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It must have been a test of Enzo Ferrari’s resolve to sanction the car that the 365GTB/4, aka Daytona, became.
That was to be expected.
But to resist the temptation to follow suit with such a configuration for the 275’s successor took guts – or perhaps just good old-fashioned instinct about what buyers really wanted.
History proved Enzo right, though.
When Daytona production finished 50 years ago, 1406 Berlinetta and Spider models had been built – almost double the trendsetting Lamborghini’s total.
And, while it was to be Ferrari’s final throw of the two-seater, front-V12-engined dice until the 550 Maranello emerged 23 years later, there was no doubting its impact: ‘This is the most exciting projectile we have ever been fortunate enough to handle,’ said Autocar in its September 1971 road test of the new 365GTB/4.
While the Miura wowed with its new-age design and technology, the Daytona was the more complete package, its traditional underpinnings wrapped up in a Pininfarina body that was, in its own way, just as contemporary as that of the Miura yet blessed with a degree of long-distance GT practicality for which the Lamborghini had no answer.
That was perfectly demonstrated when Dan Gurney and Brock Yates won the 1971 Cannonball Baker Sea-To-Shining-Sea Memorial Trophy Dash in a Daytona, the pro-racer and renowned scribe blasting across the States in 35 hours and 54 minutes, covering 2876 miles at an average speed of 80.1mph.
“We never once exceeded 175 miles per hour,” joked Gurney.
And that latter point was the Daytona’s other star turn: outright speed.
While both the Daytona and Miura could genuinely achieve 174mph, making them the fastest production cars in the world in the late 1960s/early ’70s, only the Ferrari could do so in relative comfort and with complete stability (it took Sant’Agata five years to fully resolve the Lamborghini’s propensity for high-speed take-off).
The new Ferrari’s performance in other areas was equally outrageous: Autocar’s test car managed 0-60mph in 5.4 secs and a standing quarter-mile in 13.7 secs at a terminal 104mph, and it accelerated from 130-150mph in 10 secs – all more than half a century ago, remember.
So how did the Daytona, which had inherited so much hardware from previous models, raise the bar so high in the then newly branded ‘supercar’ class?
To help tell the story today, we have three Daytonas: a well-used and loved early Plexiglas-nosed Berlinetta (365GTB/4), a beautifully preserved Spider (365GTS/4) and a period-converted Competizione (365GTB/4 C).
The saga begins with the Daytona’s predecessor, the 275GTB, which was introduced in 1964 but never received the acclaim of the likes of the 250GT SWB, from the range it replaced.
Criticisms were mainly directed at Pininfarina’s body design, which was hardly state-of-the-art compared with the more Modernist offerings from rival carrozzerie.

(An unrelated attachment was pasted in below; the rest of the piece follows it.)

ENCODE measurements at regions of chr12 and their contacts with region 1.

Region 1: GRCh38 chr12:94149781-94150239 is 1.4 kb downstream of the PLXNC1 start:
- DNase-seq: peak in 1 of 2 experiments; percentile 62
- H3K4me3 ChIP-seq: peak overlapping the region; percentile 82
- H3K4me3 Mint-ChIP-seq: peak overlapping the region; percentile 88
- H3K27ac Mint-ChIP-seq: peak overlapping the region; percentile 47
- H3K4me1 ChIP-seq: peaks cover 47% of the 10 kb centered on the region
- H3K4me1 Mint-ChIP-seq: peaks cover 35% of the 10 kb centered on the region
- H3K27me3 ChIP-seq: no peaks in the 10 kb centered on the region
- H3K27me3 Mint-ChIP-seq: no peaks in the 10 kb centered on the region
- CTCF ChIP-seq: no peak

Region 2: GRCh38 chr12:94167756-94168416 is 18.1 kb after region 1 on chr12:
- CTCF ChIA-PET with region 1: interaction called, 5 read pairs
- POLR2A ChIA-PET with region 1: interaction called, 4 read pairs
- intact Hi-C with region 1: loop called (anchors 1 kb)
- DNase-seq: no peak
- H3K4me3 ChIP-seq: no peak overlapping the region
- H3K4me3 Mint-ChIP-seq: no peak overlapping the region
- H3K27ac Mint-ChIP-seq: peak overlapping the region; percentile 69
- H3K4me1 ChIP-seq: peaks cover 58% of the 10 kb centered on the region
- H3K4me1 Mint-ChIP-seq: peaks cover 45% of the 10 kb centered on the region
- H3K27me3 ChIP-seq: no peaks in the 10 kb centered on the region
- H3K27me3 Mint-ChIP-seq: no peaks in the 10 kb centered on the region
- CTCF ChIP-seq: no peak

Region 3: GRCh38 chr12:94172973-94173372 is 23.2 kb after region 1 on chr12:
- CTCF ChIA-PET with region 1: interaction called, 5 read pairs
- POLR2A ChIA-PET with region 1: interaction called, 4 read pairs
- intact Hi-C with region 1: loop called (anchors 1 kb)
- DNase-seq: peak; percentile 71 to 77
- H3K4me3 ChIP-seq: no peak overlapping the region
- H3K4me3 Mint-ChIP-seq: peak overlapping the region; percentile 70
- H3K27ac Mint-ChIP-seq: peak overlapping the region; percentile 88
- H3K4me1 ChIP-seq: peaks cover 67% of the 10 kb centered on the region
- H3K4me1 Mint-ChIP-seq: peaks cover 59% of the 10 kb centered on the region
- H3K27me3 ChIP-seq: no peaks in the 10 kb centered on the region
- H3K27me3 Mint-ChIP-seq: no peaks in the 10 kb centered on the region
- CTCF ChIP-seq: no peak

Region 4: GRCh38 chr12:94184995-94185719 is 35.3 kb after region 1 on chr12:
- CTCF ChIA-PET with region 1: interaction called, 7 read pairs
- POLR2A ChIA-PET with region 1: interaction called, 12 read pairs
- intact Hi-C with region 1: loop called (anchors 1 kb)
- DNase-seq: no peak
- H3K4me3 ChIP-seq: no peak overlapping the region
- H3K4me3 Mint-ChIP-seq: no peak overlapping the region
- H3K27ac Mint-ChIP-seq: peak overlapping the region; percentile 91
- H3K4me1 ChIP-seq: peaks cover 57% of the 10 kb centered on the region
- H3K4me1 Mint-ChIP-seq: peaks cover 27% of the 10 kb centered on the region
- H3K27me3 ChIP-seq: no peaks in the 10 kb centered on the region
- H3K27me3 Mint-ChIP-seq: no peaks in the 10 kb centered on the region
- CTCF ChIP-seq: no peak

But fundamentally, with a larger-capacity (3.3-litre) Gioacchino Colombo-designed V12, a rear transaxle and all-independent suspension, the 275 showed marked progress from the 250 series.
This was enhanced in 1966, when the 275 gained an extra two camshafts and three carburettors to become the more powerful 275GTB/4.
But by then the writing was on the wall for the 275, and Ferrari had already instructed Pininfarina to look at a clean-sheet design for its successor.
Leonardo Fioravanti, then busy with the new Dino 206, was tasked with creating a cutting-edge look for the new model, and one that built on extensive wind-tunnel research that had been carried out by the design house.
Keeping costs to a minimum, the 275’s separate multi-tubular steel chassis would be used as a base, but with 2in added to its centre section to widen the front and rear tracks.
This was to be clothed with a light-aluminium two-seater body that would be manufactured by long-time Ferrari partner Scaglietti.
As with the 275, all-independent suspension was used, with each corner hosting coils and unequal-length wishbones.
Vented Girling disc brakes appeared front and rear, and the new car employed a five-speed transaxle to even out front-to-rear weight distribution.
As you would expect, the new car’s 60º V12 was a masterclass in performance engineering.
The all-aluminium Tipo 251 Colombo unit, first seen in the 365 California of 1966, displaced 4390cc – more than a litre larger than the 275’s – but used twin overhead camshafts per cylinder bank, versus the California’s single cams.
Its steel crankshaft revolved in seven main bearings and, with six Weber 40 DCN21 twin-choke carburettors sitting in the valley between the V12’s cylinder heads, dry-sump lubrication was essential to keep the engine as low as possible.
Even by contemporary standards, the outputs look prodigious: 352bhp at a giddy 7500rpm, and 318lb ft at 5500rpm.
The first 275-based prototype was built in autumn 1967 and still used that model’s four-cam V12.
While its front-end styling remained recognisable as that of a 275, the overall lines were remarkably close to those of the finished car.
Even so, it reputedly wasn’t until the fourth prototype had been completed that the design of the Daytona’s now familiar shark-like nose emerged, echoed in the finalised production car that made its debut at the Paris motor show in October 1968.
Ferrari launched the car as the 365GTB/4 (‘365’ denoting individual cylinder capacity, ‘4’ the number of camshafts), and not Daytona, a name inspired by the factory’s 1-2 finish in 330 P4 sports cars (with a 412P in third) at the 1967 24 Hours of Daytona.